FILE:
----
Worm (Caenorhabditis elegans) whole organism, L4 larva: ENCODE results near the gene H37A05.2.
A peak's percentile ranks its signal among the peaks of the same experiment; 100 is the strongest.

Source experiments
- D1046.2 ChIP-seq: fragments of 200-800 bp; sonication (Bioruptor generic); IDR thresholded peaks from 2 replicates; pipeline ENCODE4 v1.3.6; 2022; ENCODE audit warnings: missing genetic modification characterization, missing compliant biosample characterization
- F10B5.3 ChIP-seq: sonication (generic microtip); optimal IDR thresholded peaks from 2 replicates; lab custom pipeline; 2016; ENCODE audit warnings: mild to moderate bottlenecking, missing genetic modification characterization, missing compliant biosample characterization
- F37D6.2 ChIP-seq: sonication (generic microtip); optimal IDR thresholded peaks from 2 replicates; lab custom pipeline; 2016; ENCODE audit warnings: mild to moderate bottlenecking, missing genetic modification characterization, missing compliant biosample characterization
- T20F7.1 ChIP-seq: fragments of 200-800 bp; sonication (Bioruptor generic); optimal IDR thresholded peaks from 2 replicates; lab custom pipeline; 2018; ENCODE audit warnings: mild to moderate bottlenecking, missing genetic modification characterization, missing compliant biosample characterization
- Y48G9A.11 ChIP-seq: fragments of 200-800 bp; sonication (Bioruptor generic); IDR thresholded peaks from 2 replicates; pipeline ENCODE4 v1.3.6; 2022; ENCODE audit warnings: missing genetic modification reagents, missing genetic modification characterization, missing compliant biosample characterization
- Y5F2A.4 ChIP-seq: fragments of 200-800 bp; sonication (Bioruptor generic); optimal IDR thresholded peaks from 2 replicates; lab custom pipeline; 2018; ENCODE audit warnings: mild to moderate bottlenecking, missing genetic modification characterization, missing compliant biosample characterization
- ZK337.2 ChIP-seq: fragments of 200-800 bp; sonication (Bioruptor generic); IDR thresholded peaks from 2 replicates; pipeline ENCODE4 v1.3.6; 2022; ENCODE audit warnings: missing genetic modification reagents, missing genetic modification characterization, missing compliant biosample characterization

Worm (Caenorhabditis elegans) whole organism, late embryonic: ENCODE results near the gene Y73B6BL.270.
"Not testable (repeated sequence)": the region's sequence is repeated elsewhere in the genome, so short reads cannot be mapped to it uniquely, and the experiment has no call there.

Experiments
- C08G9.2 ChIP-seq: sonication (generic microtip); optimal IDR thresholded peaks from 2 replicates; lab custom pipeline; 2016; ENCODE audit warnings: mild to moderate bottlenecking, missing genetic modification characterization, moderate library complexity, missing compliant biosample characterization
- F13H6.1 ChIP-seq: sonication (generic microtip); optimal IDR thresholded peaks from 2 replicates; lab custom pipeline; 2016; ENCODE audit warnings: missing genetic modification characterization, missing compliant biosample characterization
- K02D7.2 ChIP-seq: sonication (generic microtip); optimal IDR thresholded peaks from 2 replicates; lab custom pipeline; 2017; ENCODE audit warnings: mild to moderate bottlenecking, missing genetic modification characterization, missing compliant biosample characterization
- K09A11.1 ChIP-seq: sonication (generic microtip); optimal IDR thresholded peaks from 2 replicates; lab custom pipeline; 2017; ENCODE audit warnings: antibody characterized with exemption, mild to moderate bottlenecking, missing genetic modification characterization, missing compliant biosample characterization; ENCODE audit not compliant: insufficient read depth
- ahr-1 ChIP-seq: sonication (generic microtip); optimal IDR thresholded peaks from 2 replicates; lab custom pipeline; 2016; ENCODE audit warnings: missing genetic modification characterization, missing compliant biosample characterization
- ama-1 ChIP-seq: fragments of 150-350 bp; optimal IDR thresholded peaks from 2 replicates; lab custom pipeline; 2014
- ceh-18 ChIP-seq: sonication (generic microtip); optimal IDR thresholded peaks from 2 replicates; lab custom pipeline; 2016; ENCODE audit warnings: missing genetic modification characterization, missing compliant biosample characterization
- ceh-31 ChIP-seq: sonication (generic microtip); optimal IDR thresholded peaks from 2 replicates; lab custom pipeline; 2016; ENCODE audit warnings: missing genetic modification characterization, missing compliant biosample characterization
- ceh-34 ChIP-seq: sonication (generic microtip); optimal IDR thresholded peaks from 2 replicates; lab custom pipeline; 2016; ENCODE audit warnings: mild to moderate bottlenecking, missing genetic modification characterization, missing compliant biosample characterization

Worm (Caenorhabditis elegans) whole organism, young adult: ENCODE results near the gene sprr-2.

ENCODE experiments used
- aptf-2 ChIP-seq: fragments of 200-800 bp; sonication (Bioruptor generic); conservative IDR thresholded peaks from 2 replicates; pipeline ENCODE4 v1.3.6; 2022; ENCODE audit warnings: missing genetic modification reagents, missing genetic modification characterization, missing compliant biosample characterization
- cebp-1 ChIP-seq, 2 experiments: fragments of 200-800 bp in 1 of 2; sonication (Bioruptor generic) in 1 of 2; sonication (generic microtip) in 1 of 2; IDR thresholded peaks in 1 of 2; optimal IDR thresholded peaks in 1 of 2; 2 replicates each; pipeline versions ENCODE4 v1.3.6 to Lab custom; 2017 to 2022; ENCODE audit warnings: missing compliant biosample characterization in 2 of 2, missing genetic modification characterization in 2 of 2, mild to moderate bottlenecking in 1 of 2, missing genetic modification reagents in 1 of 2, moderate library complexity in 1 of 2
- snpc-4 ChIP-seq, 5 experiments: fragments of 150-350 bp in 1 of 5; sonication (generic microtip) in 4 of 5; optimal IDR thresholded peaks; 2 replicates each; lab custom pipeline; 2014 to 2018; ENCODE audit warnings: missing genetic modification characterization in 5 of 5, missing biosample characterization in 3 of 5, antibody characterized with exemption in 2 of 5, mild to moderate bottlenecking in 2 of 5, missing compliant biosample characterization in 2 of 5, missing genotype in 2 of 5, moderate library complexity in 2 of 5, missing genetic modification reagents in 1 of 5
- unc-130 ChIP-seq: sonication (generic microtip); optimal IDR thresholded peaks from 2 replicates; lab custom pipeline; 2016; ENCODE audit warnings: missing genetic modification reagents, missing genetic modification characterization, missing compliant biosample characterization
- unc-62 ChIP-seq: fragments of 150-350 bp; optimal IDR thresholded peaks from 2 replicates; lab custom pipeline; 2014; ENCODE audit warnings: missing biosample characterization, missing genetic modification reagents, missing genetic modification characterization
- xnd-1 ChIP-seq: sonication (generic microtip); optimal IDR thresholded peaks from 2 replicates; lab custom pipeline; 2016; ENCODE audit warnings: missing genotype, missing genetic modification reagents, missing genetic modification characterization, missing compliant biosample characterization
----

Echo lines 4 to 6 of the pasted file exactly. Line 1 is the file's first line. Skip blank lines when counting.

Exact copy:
- D1046.2 ChIP-seq: fragments of 200-800 bp; sonication (Bioruptor generic); IDR thresholded peaks from 2 replicates; pipeline ENCODE4 v1.3.6; 2022; ENCODE audit warnings: missing genetic modification characterization, missing compliant biosample characterization
- F10B5.3 ChIP-seq: sonication (generic microtip); optimal IDR thresholded peaks from 2 replicates; lab custom pipeline; 2016; ENCODE audit warnings: mild to moderate bottlenecking, missing genetic modification characterization, missing compliant biosample characterization
- F37D6.2 ChIP-seq: sonication (generic microtip); optimal IDR thresholded peaks from 2 replicates; lab custom pipeline; 2016; ENCODE audit warnings: mild to moderate bottlenecking, missing genetic modification characterization, missing compliant biosample characterization